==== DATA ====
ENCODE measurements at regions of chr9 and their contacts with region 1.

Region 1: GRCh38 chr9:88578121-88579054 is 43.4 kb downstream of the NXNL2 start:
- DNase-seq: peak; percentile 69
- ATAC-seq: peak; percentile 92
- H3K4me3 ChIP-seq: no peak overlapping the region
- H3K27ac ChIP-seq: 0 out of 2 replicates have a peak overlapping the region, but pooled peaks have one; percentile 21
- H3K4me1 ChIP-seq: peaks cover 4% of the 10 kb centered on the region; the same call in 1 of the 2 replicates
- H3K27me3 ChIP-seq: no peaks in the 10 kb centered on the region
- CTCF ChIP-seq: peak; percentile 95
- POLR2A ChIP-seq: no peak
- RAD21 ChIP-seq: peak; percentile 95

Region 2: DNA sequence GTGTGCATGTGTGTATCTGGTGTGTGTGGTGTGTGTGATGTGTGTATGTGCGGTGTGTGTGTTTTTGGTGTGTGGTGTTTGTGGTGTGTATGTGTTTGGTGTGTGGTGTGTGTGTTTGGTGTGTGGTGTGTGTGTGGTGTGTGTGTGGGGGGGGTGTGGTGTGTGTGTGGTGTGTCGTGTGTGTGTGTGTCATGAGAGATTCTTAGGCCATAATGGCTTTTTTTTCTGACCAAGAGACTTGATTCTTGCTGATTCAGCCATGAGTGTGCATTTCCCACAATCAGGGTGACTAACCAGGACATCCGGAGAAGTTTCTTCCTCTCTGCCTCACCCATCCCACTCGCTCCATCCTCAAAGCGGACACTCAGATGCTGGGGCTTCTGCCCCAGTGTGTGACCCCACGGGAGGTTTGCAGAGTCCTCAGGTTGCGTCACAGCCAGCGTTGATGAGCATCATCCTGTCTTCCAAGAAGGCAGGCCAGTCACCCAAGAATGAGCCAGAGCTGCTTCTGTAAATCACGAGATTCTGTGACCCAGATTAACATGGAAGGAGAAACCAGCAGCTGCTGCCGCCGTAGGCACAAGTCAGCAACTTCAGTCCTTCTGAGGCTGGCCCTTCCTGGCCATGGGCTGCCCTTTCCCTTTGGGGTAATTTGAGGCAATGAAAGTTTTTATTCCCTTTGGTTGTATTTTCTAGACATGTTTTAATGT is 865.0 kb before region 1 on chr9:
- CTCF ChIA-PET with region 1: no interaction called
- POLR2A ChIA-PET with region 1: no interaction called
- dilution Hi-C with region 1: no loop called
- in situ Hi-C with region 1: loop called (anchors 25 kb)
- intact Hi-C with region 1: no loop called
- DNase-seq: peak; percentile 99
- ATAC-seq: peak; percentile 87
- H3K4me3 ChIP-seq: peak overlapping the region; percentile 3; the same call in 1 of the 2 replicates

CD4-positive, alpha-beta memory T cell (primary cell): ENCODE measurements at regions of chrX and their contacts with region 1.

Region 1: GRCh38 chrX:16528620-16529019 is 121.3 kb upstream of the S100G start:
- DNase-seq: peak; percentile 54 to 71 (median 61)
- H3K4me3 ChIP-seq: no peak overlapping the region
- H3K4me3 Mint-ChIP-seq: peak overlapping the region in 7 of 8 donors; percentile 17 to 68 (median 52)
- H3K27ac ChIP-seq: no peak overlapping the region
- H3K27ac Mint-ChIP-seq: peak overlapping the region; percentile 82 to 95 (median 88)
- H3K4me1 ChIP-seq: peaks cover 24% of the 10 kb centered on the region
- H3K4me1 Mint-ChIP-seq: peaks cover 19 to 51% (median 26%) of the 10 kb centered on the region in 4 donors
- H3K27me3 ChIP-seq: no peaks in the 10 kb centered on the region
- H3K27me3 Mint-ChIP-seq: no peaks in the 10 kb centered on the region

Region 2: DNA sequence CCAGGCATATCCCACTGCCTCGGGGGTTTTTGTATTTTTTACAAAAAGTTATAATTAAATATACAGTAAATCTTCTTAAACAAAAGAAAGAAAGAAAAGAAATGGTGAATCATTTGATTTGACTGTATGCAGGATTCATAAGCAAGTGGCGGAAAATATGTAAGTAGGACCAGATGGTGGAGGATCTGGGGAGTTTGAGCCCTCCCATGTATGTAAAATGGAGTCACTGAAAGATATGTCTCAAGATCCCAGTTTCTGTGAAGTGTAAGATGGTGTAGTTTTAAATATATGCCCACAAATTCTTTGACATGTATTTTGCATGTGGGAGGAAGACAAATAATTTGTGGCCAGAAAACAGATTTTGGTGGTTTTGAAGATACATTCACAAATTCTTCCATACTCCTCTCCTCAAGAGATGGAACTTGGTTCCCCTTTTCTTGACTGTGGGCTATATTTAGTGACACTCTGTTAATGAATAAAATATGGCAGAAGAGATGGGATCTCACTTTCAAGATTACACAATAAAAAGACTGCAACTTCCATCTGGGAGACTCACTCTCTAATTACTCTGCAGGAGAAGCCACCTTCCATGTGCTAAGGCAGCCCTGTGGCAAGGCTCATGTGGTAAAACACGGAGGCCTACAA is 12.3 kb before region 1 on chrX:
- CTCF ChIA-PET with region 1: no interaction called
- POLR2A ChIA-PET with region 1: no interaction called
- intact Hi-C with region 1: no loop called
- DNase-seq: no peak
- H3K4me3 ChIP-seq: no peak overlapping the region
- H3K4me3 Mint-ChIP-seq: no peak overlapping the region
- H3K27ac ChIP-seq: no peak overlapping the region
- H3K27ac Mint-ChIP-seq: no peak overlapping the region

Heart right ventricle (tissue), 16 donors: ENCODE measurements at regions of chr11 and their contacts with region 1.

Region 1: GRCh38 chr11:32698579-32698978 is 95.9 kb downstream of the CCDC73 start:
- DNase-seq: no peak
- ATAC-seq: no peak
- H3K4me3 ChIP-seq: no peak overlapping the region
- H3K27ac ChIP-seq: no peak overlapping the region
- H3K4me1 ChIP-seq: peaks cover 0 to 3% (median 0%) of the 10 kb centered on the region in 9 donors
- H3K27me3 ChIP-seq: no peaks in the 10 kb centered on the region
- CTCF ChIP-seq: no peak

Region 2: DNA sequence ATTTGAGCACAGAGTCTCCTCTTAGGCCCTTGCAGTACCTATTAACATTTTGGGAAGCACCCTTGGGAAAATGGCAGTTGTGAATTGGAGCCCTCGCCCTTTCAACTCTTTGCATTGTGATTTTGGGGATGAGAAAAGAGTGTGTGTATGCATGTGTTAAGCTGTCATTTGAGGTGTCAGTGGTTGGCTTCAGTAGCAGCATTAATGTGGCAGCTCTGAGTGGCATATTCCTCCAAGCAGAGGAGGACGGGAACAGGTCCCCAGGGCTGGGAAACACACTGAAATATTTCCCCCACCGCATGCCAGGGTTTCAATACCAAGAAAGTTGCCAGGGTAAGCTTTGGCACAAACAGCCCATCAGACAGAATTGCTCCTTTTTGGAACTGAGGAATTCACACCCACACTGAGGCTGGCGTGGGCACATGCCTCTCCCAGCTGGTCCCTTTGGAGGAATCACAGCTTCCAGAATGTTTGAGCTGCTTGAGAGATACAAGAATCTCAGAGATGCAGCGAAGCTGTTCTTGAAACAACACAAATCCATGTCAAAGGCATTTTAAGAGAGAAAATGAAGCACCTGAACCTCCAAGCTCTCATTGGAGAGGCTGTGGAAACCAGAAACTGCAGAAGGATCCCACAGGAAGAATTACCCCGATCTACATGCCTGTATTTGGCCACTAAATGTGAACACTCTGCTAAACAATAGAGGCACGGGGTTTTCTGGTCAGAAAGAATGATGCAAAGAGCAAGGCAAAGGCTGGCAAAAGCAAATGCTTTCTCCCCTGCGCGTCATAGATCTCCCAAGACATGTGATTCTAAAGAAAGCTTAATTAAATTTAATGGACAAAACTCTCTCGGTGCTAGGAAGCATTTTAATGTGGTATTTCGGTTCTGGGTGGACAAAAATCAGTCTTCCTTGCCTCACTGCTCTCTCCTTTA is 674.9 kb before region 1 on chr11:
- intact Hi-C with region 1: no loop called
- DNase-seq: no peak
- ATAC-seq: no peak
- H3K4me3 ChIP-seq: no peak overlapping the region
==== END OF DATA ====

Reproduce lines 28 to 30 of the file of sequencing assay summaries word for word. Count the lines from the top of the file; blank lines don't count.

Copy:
- H3K4me1 ChIP-seq: peaks cover 24% of the 10 kb centered on the region
- H3K4me1 Mint-ChIP-seq: peaks cover 19 to 51% (median 26%) of the 10 kb centered on the region in 4 donors
- H3K27me3 ChIP-seq: no peaks in the 10 kb centered on the region